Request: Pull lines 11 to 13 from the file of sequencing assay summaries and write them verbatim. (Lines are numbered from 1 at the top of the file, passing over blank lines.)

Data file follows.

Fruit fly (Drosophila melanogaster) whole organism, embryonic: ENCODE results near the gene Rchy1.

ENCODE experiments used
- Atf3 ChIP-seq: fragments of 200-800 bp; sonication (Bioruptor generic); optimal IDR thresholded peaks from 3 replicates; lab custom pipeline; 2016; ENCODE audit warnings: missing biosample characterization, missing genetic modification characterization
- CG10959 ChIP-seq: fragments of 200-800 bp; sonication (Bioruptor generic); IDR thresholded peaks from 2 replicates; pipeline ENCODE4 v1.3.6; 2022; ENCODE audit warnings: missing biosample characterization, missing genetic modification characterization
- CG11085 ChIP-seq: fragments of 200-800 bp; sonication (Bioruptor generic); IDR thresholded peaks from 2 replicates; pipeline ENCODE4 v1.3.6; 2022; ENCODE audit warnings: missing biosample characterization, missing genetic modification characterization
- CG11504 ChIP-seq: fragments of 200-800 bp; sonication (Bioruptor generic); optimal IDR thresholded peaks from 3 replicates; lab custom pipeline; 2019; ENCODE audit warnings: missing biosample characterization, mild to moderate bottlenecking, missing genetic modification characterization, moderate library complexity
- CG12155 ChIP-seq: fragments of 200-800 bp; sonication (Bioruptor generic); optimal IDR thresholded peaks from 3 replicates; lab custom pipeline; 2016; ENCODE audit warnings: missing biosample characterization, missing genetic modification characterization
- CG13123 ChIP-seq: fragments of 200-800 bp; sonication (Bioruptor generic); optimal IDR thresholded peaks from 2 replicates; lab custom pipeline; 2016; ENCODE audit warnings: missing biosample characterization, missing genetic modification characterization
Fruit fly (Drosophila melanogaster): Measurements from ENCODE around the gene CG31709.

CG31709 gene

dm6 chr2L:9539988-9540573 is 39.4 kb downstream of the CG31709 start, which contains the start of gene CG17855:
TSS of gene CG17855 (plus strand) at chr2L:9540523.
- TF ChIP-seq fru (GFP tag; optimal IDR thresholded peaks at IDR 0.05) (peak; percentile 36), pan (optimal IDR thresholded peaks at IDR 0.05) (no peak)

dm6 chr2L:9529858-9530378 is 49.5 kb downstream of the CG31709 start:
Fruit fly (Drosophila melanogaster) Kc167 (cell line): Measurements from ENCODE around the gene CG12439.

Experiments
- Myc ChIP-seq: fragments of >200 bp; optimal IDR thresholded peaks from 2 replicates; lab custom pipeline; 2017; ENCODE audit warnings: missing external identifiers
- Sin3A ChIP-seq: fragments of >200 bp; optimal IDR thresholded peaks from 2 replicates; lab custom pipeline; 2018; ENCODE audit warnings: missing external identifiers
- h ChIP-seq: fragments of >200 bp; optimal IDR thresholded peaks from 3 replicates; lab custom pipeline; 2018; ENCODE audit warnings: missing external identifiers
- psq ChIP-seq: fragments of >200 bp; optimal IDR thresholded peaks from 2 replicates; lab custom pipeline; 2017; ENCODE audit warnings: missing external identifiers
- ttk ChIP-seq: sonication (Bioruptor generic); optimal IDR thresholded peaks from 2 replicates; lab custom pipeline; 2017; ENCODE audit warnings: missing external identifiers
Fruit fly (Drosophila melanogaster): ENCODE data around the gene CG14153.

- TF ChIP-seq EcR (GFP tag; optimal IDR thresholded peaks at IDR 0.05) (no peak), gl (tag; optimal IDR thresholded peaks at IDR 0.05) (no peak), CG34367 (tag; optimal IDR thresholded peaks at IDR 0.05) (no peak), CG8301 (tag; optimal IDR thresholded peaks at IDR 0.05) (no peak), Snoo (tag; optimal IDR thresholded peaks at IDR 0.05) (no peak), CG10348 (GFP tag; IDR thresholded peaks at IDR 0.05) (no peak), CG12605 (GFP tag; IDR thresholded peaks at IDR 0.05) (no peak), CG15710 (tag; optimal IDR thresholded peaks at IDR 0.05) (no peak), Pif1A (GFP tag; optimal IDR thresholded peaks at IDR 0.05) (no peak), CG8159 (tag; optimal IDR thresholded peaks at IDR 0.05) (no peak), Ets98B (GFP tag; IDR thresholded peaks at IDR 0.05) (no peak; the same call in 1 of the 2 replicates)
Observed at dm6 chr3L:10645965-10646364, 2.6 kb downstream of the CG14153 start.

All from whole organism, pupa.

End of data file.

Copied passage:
dm6 chr2L:9539988-9540573 is 39.4 kb downstream of the CG31709 start, which contains the start of gene CG17855:
TSS of gene CG17855 (plus strand) at chr2L:9540523.
- TF ChIP-seq fru (GFP tag; optimal IDR thresholded peaks at IDR 0.05) (peak; percentile 36), pan (optimal IDR thresholded peaks at IDR 0.05) (no peak)